For the first time since the Jan. 6, 2021, insurrection, Capitol Police officer Eugene Goodman has spoken out publicly about his experiences during the attack, where his actions were credited with saving countless lives.
Goodman was hailed as a hero after video footage from HuffPost political reporter Igor Bobic showed Goodman standing alone at one point, facing down a mob of pro-Trump rioters, who had stormed the Capitol seeking to stop the confirmation of Joe Biden's electoral college win.
In the video, Goodman can be seen luring the mob away from the Senate chambers, where lawmakers were sheltering. Other footage from that day also showed Goodman redirecting Sen. Mitt Romney, R-Utah, to safety as rioters were spilling into the Capitol. The insurrection resulted in five deaths and injured about 140 members of law enforcement.
For more than a year, Goodman kept a low profile, declining interviews with several media outlets. But he appeared in an interview posted Monday on the “3 Brothers No Sense” podcast, where he spoke candidly with the show’s three hosts about the attack and wrestling with the ups and downs of subsequent fame, which included being featured on the cover of Time magazine.
"I keep asking myself that question every day, like who the hell am I?" Goodman told the hosts at the beginning of the interview, when they joke that it felt surreal to have landed the first exclusive interview with him after he turned down so many others. But Goodman said he felt safe with them, noting one of the hosts is Byron "Buff" Evans, a personal friend and co-worker who was also at the Capitol on Jan. 6.
Goodman said most people don't realize he was actually outside for a bit during the siege. When he ran into the mob at the Senate, Goodman said, he was surprised to see that the crowd had penetrated the inside of the complex.
"I honestly didn't know they were that far up into the building," Goodman said. "[I thought,] 'Aw hell, they're actually in the building.' They lock eyes on me right away and just like that, I was in it. It wasn't a matter of let me leave them alone or not. I feel like they would have followed me anyway."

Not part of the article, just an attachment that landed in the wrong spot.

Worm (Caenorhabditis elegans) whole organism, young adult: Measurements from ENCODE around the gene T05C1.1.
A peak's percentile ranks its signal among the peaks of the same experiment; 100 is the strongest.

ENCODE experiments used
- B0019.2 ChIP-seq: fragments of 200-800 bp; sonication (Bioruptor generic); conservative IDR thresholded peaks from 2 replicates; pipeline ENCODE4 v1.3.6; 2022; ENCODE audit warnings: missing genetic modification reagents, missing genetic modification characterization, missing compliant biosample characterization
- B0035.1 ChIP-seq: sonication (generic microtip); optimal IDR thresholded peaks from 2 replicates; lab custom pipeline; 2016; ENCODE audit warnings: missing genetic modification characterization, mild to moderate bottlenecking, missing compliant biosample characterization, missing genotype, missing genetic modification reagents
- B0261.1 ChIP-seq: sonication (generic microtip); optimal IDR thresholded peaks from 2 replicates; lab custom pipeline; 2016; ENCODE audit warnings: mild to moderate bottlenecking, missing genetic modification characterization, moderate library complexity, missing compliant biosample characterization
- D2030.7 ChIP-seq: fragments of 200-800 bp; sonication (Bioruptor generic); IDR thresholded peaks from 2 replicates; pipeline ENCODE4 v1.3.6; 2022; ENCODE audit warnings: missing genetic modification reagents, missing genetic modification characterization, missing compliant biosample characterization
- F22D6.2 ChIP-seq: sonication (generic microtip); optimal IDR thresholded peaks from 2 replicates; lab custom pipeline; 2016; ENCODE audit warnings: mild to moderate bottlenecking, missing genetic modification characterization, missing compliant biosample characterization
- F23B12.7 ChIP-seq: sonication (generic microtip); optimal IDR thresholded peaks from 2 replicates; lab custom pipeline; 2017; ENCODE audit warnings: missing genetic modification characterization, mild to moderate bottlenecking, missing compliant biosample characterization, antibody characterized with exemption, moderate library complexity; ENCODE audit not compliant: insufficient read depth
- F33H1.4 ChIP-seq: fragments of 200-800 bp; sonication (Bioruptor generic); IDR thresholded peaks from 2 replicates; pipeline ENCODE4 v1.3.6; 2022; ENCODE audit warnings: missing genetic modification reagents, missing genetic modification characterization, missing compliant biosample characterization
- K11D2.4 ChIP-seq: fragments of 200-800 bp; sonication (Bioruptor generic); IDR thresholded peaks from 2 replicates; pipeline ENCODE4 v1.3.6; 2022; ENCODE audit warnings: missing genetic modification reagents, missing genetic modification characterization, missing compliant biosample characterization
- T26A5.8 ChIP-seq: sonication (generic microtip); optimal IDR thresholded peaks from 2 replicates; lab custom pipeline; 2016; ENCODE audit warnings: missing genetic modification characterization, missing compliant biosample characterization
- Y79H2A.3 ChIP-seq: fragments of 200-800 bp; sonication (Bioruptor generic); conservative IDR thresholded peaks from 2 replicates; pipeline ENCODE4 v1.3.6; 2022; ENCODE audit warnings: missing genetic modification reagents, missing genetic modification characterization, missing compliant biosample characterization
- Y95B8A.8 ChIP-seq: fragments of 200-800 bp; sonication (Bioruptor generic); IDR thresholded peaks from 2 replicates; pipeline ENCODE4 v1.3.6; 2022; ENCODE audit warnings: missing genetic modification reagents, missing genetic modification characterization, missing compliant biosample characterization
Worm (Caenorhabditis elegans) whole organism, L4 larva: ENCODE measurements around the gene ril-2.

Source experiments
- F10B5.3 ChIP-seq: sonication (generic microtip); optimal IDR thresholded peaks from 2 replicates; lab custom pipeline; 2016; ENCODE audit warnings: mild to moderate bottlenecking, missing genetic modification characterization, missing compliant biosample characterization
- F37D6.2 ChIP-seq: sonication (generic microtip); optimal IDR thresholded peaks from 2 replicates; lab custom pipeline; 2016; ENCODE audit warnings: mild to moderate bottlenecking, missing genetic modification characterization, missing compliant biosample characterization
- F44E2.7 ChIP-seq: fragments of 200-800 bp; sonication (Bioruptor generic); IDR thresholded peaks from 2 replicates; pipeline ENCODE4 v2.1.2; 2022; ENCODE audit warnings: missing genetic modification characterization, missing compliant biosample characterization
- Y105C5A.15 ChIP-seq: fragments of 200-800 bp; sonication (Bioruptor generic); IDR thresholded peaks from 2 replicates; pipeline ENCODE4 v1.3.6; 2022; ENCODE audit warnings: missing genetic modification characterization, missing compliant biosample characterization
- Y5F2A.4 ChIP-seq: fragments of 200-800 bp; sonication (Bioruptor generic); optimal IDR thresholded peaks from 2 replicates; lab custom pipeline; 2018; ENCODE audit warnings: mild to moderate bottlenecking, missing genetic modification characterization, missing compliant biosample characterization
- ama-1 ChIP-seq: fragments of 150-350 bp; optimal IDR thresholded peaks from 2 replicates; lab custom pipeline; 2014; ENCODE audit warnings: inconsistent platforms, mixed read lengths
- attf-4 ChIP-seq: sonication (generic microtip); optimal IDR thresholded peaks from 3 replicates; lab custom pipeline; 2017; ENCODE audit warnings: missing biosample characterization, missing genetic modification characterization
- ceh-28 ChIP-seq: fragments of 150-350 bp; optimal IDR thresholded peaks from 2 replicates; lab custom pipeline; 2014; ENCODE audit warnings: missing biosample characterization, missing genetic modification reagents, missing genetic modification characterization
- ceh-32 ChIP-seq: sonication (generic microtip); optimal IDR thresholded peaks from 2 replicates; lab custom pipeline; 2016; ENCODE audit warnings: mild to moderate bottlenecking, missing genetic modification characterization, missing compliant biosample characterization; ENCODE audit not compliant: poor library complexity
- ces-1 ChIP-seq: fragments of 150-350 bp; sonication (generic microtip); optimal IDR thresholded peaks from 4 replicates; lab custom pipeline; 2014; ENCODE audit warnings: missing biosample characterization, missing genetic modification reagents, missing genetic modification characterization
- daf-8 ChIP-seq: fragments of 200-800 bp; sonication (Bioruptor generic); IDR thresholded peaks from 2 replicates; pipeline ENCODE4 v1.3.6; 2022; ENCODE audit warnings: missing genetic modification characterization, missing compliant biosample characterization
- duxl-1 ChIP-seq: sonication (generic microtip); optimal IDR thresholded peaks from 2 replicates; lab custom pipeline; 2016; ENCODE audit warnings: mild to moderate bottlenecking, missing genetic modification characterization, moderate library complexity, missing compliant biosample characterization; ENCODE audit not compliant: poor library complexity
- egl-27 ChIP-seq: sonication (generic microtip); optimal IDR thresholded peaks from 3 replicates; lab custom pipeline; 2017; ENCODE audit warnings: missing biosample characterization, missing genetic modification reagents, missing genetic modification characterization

Goodman, who is a veteran, said his military training and real-life experience in the Army - when "nothing ever went to plan, ever" - helped him think on the fly, even if he didn't realize it at the time.
"I was just in go mode, you know what I mean?" he said, adding that he was focused on safety and de-escalation, "to a point," as he faced angry people screaming in his face, some of whom he suspected could have been armed.
"Any situation like that you want to de-escalate but at the same time you want to survive first," Goodman said. "You never know. It could have easily been a bloodbath, so kudos to everybody there that showed a measure of restraint with regards to deadly force, 'cause it could have been bad. Really, really bad."
Evans also revealed on the show that the chatter online about police officers, including Goodman, was largely negative in the immediate aftermath of the attack. It wasn't until Bobic's footage of Goodman's actions that day went viral that the narrative shifted to one of his being a hero, they said.
Goodman was chosen to escort Vice President Kamala Harris at the inauguration, in his new role at deputy Senate sergeant-at-arms. In a time of bitter bipartisanship, the Senate voted unanimously last February to award Goodman the Congressional Gold Medal, one of the highest civilian honors in the country.
Goodman credited his family, particularly his daughter, with supporting him and giving him a safe zone during the aftermath of the insurrection. Even before the attack, he said he took pride in "not bringing work home," which was difficult on Jan. 6 because he still had pepper spray on his uniform.
"My daughter, she's hilarious. All she said was, 'I saw you on TV,' and then she went right back to, 'OK, so I need these V bucks for Fortnite,' which for me was good. It was good," he said. " 'Cause it got my mind off there. . . . What it was was, OK, you're home now. You can relax and go into daddy mode."
Goodman said he has shied away from giving interviews, however, because he understands it means he would have to embrace the negativity that comes with increased renown. He recounted having lunch recently with House Speaker Nancy Pelosi, D-Calif., and two other police officers who defended the Capitol that day, Harry Dunn and Michael Fanone, where Fanone told the group about having a drink thrown in his face when he was out with his daughter.
Goodman said if a politically driven person were to do something similar to him while he was out with his daughter, then he would feel inclined to fight.
"And what's the narrative then?" he said. "I've had my ups and downs with the popularity. . . . That's mostly why I haven't been doing any interviews or anything like that."
The unintentional celebrity has brought some surreal moments, said Goodman, who has maintained a self-effacing attitude about his fame. He once saw a man selling sweatshirts with his face on them - and when he went to buy one, the vendor still asked him to pay.
"I'm just like wow, OK, this dude gonna charge me for my own face, that's funny," Goodman said. "I respected the hustle and I bought one. Everybody got to eat."
He also said it was jarring to see people tweet things like "Eugene Goodman Day" on the anniversary of the Jan. 6 attack, and told the "3 Brothers No Sense" hosts that he would not want a statue of himself.
“That’s just one more thing for a bird to poop on,” he joked.